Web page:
Hoots at a Hampden screening of Cafe Hon “Kitchen Nightmares” episode

cafe hon gr 1

Marlene and Karen Zechman, harsh Cafe Hon critics, brightened when Karen won a $25 Hon gift certificate at last night’s Kitchen Nightmares screening.

Photo by: Fern Shen

While a white-tablecloth crowd gathered at Café Hon to watch last night’s Kitchen Nightmares episode featuring the revered/reviled local restaurant, about 20 people gathered two blocks away in the Roosevelt Recreation Center for a more down-and-dirty viewing.

You had longtime Hampden-ites like sisters Marlene and Karen Zechman with ancient grievances against owner Denise Whiting. And then you had relative newcomers with no emotional ties to the term “hon,” people like artist Carol Aaron and her husband Mike Aaron.

“We’re from Texas. We got no skin in the game,” Mike Aaron said. “For the record, I pretty much like the food.”

Both camps shared a gasp at the pivotal moment in the episode where the Hon staff, egged on by the show’s star, Gordon Ramsay, unload on Whiting, calling her an egotistical control freak, a trashing we pretty much predicted back in November.

“Omigod, they’re telling her she’s a bitch!” Carol Aaron said. “They must have given them all drinks. It’s the Rikki Lake effect.”

Hampden crowd gathers to see how their city, and their local eatery, fared on national TV. (Photo by Francine Halvorsen.)

Hampden crowd gathers to see how their city, and their local eatery, fared on national TV. (Photo by Fern Shen)

Meanwhile the Ramsay treatment wasn’t mean enough for the Zechman sisters, who appear in the scenes filmed in the Colonnade.

“They cut out the really serious complaints – you should have heard it!” Zechman said, from a front row seat at last night’s screening. “It didn’t scratch the surface.” (For these two, the serious complaints, too numerous to recount here, include much more than Whiting’s trademarking of the term “hon.”)

As for the tongue-loosening effects of drink, Aaron and four friends (who by request shall go nameless) know whereof they speak.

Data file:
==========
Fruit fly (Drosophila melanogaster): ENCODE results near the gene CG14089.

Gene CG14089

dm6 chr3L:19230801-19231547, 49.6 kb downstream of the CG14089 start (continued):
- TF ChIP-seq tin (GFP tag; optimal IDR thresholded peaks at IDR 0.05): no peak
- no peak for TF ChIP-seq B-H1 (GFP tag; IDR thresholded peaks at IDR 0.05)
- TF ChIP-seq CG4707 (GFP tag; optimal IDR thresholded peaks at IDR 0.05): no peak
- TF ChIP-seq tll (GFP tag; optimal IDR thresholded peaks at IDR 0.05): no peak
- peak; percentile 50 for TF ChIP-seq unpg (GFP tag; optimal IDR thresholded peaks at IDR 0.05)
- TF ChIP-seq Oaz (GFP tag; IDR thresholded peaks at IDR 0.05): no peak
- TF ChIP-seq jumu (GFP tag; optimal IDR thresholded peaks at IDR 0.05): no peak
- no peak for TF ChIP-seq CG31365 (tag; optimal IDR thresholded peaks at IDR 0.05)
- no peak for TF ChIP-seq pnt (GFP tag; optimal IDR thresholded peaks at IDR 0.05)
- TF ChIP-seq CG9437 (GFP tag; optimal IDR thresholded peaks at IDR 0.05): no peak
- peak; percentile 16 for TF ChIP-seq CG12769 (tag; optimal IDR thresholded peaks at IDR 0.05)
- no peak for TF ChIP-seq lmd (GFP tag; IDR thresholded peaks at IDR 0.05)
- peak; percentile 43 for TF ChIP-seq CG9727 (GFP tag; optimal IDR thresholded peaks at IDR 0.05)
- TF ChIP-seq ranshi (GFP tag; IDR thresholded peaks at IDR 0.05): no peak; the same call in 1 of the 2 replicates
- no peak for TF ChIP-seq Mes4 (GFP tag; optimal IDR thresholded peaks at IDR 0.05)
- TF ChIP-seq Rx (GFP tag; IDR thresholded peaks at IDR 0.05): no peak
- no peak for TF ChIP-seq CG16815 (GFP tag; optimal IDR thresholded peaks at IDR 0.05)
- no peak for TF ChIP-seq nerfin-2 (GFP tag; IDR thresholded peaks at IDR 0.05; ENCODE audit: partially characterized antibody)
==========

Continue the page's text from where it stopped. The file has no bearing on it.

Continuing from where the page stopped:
As they watched, they passed around a small silver flask of tequila. (“Whoa! She’s going to cry again!” one of them said, as onscreen Whiting’s lip quivered. “If this were a drinking game, we’d be wasted!”)

At times, the women piled on about Whiting. (Mike, perhaps wisely, sat a couple of seats away from the klatch.) They groaned about the stagy sobbing and snickered when Ramsay called the restaurateur out for denying that she had taken legal action against people who used the term “hon.”

“You’re being very devious,” Ramsay said, eliciting from Whiting a harrumph and eye-roll, captured expertly by the camera crew.

One of the weepy moments the audience caught in last night's screening of the Kitchen Nightmares Cafe Hon episode. (Photo by Francine Halvorsen)

One of the weepy moments the audience caught in last night's Hampden screening of the Kitchen Nightmares Cafe Hon episode. (Photo by Francine Halvorsen)

More often, though, the women were gagging at the reality show shtick, the portentious Ramsay delivery (“He’s so melodramatic!”) and the harsh  assessment of the still-pretty-meh food (“Wait a minute, English-style fish and chips are supposed to be greasy!”) and, in effect, sympathizing with Whiting.

“See, he’s making it worse. They just poke ’em til they cry,” one said. “He’s like the Roman gladiators in the Coliseum.”